The trio of improvisers gathered here under saxophonist Jim Hobbs' bidding to play five of his compositions and seven creations by the trio has something for everyone interested in chamber jazz of the new millennium. It's got imaginative and thoughtful pre-composed material, inspired improvisation, instrumental virtuosity, and sensitive interactions from players with personality and pedigrees.
As the driving force behind this particular session, the alto saxophonist-composer has provided nearly half of the pieces, the rest being the product of the meeting of these three minds. Innovative guitarist Mary Halvorson and the impish cornetist Taylor Ho Bynum have both spend time with Anthony Braxton and have, like Hobbs, lots of irons in the fire, lots of experience to draw on in concocting As the Crow Flies that is a meeting ground of musique actuelle and free improvisation in the American tradition, and some indefinable qualities that make this a stirring listen.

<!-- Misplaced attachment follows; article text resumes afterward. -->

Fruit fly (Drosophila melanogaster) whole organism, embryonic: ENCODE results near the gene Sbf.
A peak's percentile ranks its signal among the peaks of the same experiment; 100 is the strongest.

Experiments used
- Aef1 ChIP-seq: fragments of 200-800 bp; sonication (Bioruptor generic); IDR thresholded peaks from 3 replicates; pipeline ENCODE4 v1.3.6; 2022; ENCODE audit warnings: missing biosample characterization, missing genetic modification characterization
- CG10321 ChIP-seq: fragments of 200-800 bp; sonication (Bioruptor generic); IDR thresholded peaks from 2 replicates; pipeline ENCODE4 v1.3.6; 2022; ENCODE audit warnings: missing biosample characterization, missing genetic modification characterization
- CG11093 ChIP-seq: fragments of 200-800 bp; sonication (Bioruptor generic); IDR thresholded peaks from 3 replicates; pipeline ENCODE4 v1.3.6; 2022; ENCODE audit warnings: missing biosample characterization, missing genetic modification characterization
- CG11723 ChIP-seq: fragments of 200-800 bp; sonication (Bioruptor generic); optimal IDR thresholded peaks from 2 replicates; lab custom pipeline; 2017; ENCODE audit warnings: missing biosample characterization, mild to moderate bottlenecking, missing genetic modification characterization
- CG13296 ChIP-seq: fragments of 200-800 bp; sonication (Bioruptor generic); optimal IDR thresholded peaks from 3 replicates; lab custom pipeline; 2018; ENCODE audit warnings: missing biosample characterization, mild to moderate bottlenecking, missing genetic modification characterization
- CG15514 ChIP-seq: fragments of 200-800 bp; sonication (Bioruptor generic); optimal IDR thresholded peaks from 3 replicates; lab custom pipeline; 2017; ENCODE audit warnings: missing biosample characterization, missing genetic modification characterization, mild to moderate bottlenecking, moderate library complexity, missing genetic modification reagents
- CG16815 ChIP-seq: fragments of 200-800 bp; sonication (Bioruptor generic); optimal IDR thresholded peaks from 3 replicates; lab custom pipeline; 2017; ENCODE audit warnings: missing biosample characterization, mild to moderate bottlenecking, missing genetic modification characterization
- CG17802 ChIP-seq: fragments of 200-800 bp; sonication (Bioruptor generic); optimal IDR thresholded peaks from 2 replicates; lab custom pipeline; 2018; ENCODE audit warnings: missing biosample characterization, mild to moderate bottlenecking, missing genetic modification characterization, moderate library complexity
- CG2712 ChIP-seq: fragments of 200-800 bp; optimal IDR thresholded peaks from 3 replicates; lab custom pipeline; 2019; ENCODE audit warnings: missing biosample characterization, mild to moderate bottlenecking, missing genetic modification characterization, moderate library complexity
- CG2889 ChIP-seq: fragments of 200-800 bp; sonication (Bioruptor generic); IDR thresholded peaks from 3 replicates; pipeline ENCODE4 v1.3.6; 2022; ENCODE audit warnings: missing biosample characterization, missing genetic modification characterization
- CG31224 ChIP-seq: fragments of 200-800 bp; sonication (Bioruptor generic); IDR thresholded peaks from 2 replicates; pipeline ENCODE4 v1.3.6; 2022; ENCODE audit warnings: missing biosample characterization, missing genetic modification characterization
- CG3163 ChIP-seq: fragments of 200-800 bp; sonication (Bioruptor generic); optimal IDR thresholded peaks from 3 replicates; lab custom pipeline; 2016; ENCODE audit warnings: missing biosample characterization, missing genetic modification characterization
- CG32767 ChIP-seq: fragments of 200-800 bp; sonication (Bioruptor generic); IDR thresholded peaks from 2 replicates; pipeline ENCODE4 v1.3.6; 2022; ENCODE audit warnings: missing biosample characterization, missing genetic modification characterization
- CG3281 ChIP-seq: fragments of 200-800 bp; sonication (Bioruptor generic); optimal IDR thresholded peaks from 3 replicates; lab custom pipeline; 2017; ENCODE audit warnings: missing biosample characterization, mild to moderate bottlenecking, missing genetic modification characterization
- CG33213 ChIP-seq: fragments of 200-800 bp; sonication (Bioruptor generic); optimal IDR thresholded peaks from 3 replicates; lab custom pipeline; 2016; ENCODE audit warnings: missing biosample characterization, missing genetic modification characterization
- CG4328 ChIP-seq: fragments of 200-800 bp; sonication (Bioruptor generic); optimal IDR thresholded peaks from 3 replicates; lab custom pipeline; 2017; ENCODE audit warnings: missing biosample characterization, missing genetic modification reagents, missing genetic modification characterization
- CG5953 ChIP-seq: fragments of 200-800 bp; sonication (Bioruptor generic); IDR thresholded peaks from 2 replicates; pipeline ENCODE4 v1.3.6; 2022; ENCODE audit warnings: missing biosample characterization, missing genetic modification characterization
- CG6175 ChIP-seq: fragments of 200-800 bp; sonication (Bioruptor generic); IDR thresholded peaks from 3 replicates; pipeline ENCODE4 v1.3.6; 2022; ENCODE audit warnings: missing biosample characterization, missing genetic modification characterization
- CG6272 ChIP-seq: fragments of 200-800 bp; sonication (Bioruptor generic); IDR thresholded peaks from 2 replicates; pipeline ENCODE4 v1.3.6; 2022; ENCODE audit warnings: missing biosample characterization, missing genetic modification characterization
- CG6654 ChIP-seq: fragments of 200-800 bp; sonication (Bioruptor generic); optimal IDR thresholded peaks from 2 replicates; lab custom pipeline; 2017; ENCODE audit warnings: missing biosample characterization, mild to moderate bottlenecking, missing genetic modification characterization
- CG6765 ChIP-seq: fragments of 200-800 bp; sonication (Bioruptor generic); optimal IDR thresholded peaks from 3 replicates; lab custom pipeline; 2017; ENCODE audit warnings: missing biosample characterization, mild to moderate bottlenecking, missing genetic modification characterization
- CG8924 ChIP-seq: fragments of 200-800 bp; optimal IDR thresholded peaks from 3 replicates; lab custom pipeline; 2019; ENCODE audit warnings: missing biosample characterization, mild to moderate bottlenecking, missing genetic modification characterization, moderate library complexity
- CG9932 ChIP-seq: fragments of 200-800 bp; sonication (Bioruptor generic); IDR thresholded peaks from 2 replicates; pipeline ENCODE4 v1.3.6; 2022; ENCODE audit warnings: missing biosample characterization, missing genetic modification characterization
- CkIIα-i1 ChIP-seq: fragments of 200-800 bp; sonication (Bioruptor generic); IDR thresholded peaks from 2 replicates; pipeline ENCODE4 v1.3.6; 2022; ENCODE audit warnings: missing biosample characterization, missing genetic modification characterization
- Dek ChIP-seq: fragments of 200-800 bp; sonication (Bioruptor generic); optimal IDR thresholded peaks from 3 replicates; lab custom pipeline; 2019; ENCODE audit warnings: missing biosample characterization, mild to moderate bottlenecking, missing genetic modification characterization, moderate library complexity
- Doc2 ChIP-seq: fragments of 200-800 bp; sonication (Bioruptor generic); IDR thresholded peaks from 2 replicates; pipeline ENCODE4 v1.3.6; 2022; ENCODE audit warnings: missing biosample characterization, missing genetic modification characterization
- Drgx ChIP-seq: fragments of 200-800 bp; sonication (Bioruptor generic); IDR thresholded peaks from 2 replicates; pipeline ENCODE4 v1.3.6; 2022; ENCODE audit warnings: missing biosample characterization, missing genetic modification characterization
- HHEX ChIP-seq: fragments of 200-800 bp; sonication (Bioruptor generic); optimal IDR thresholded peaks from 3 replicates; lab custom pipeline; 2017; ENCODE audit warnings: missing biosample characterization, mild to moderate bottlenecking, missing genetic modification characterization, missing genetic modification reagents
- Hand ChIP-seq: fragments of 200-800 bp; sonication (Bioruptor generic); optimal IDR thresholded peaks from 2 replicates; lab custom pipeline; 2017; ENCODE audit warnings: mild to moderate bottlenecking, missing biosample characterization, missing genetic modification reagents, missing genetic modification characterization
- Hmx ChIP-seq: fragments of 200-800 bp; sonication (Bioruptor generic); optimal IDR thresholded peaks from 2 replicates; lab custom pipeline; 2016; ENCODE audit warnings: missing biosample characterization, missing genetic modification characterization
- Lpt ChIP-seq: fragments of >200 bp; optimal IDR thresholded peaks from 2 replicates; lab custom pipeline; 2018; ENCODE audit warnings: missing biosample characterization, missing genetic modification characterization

The trio's shared roots and the fact that they play together in other contexts make for a beautiful blend of instrumental voices. For example, listen to the concise "High Noon," where the three musicians articulate in blissful union, or the funky group theme of "Kekionga," or the cohesive pastoral spaciness of "As the Crow Flies." These consummate technicians and impeccably expressive musicians can convincingly lay down some sinewy ensemble lines with aplomb, and yet rock out some heated solo wanderings or group improv that sounds consistent and focused.
Tone-wise, this is a feast, as the sax and cornet seek out fresh textures and sonorities, all without the aid of electronics. Hobbs' alto tone can be keening and bluesy, dry symphonic purity, transcendental flute-like clarity, yet can push the envelop with squeals and blustery attacks (as in "the North Wind"). Bynum's cornet playing is also full of extremes, including the precise pointillism in "The First Time," the soulful simplicity of "Over Yonder," the softness of "As The Crow Flies," the pedal playing of "Forest of the dead King," or the gritty growlings of "The Salamander and the Ramora." Halvorson, for her part, makes her guitar sing in poignant ways, with a minimal reliance on gadgets, preferring the artistry of plectrum and strings via fairly clean amplification, with just the right touch of reverb, distortion and delay, and just the occasional pedal rack magic. An unforgettable set of creative chamber jazz.
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